Everyone experiences stress and deals with their stressors—whether they are psychological or physiological—in different ways. Some learn to minimize and live with the stress they face. Some do not.
Our bodies also experience stress. Many people spend hours, if not entire days, on computers. Their backs, shoulders and necks are under a tremendous amount of physical pressure to keep their heads and bodies upright and their eyes pointed at the desired target. Their eyes are put to the test daily and must maintain a state of heightened, stimulated accommodation and convergence for extended periods of time.
To successfully perform a task without experiencing visual side effects, vergence and accommodative systems must meet at the same plane of regard. The majority of these systems, however, cannot satisfy this requirement, which is why our offices flood with patients complaining of headaches, eyestrain and other near-point problems. These poor adapters make up a large percentage of our patients. Understanding the stresses your patients deal with and recognizing the opportunity to meet their needs will greatly improve the quality of care you can provide.
A mismatch between vergence and accommodation takes place when a patient cannot sustain near-point demand. Without a compensatory mechanism, the patient is then led down a different adaptation pathway where dysfunctions, such as convergence insufficiency and accommodative excess, occur.
So, why do some people develop near-point stress-induced dysfunctions while others do not? Exophoria and low hyperopia protect the vergence and accommodative systems, essentially acting as buffers to combat the stresses of today’s ocular demands. Losing either buffer can have serious implications.
Spending countless hours on computers puts our bodies and eyes under more stress.
As near-point stress builds up, our patients bring their reading materials, computers or cell phones closer to their eyes. A patient’s reaction to the stress causes visual adaptations, such as blur or diplopia. Blur adaptations induce ametropia and may eventually lead to more permanent adaptations, such as myopia.
When the planes of regard for vergence and accommodation misalign during activities requiring sustained concentration, there is a desire for convergence to localize closer in space than accommodation. This manifests as esophoria at near and encourages the accommodative system to compensate for blur to maintain homeostasis. The theory addresses why some myopic patients develop the condition later in life, long after their eyes have stopped growing.
The continued intense near-point demand can also lead to diplopia. Compensating for diplopia by manipulating convergence causes the patient to develop orthophoria and esophoria. Similar to the development of myopia, this is by no means a quick or smooth process. A patient may attempt to compensate for this change over a period of months, or even years, only to ultimately succumb to a visual efficiency disorder.
Upon becoming orthophoric or esophoric, patients may attempt to rebuild their exophoric buffer and over-compensate (by building a larger buffer) to produce a greater amount of protection. If the exophoric buffer is large enough, convergence insufficiency or suppression or even exotropia (intermittent leading to constant) could develop and high exophoria could become the primary cause of visual dysfunction.
Signs of Near-point Stress
Exophoria (>6X’) or Esophoria (<1X’)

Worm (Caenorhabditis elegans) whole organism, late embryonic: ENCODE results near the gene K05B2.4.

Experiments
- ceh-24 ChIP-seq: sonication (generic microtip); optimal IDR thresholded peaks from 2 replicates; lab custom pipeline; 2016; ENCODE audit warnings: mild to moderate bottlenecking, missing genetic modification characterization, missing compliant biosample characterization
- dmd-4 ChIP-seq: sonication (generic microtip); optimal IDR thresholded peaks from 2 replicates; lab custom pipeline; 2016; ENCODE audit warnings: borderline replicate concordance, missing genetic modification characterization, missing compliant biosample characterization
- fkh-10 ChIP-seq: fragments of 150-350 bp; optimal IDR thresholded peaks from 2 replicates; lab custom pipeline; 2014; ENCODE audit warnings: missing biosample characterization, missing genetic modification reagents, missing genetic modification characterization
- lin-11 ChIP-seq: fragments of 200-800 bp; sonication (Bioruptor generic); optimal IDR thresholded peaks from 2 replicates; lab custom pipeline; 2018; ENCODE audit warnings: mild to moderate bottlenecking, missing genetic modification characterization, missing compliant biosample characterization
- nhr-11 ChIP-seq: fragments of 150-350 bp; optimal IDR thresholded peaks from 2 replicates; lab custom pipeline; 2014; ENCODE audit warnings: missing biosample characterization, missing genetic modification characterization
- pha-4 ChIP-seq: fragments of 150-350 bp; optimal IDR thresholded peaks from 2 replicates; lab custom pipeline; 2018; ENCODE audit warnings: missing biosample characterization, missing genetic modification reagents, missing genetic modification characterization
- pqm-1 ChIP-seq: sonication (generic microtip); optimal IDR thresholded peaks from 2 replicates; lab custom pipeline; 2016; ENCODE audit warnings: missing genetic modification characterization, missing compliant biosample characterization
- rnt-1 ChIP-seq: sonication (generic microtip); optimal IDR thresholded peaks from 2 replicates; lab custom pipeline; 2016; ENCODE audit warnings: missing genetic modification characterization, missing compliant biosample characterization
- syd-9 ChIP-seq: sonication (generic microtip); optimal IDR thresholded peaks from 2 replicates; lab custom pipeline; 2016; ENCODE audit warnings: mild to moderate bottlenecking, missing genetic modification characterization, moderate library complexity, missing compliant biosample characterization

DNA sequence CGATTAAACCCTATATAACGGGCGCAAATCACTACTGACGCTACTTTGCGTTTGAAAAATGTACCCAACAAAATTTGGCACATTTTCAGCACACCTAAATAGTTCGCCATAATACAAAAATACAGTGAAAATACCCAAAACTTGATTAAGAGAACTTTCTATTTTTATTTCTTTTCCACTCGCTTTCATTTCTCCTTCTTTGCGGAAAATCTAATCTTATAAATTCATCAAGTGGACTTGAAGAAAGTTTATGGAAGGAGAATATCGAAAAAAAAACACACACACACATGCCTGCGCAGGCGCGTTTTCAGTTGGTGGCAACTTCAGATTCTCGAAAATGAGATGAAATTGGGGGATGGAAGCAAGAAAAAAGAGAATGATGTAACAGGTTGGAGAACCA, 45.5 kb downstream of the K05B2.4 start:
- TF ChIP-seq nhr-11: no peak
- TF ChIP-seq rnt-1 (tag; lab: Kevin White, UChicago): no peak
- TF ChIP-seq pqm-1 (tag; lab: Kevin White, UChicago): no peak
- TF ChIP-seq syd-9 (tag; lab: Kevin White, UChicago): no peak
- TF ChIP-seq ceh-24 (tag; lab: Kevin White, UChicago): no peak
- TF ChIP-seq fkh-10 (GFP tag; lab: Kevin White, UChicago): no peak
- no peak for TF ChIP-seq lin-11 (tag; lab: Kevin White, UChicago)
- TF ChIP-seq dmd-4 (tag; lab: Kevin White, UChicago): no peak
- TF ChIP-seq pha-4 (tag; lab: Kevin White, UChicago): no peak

• Exo: fighting the stress
• Eso: losing the exo buffer
Low (<+0.25) or high (<+1.00) MEM or fused cross-cylinder
• Low: absorbing the hyperopic buffer
• High: building up the hyperopic buffer
NRA and PRA both <1.75
Myopia, emmetropia or higher amounts of hyperopia
• Myopia/emmetropia: losing the hyperopic buffer, reducing both the accommodation required to maintain clarity at near and the associated over-convergence
• Hyperopia: building a stronger buffer
Low blur, break or recoveries on vergences
• Low blur: newer problem
• Low break: more embedded
• Low recoveries: poor stability
Low-plus glasses aim to reduce the effects of near-point stress on the visual system, improve posture and normalize the near-point working distance. Low-plus lenses at near are designed to help rebuild the buffer that had previously dissipated as a result of convergence localizing closer than accommodation. They also allow for relaxation of accommodation, putting a halt to, or reducing the need for, over-convergence. This enables the vergence and accommodative systems to overcome, or correct, the mismatch that has developed.
Several methods can help determine the most appropriate low-plus lenses for a patient. Some ODs simply balance the negative relative accommodation and the positive relative accommodation, while others use various forms of near-point retinoscopy, such as the monocular estimation method (MEM) or the stress point, bell or book tests. Clinicians should also consider phoric posture.
Choosing the most appropriate prescription should be a negotiation between the patient and the clinician. When prescribing and attempting to understand how patients benefit from low-plus lenses, we must keep in mind three numbers: +0.50 and ½ exophoria at distance and 6 exophoria at near. These numbers are close to the expected results found by the MEM and phoria at near, both of which can quickly assess the state of the buffer system.
Refractively, the worst thing you can do to your patients is prescribe away their buffers. By doing so, you are setting the stage for future myopia or binocular vision and accommodative dysfunctions. Because the majority of patients do not take buffers into consideration, let alone know what they are, we must educate them on the importance of buffers and guide them through the process of strengthening their buffers to prevent further visual impairment.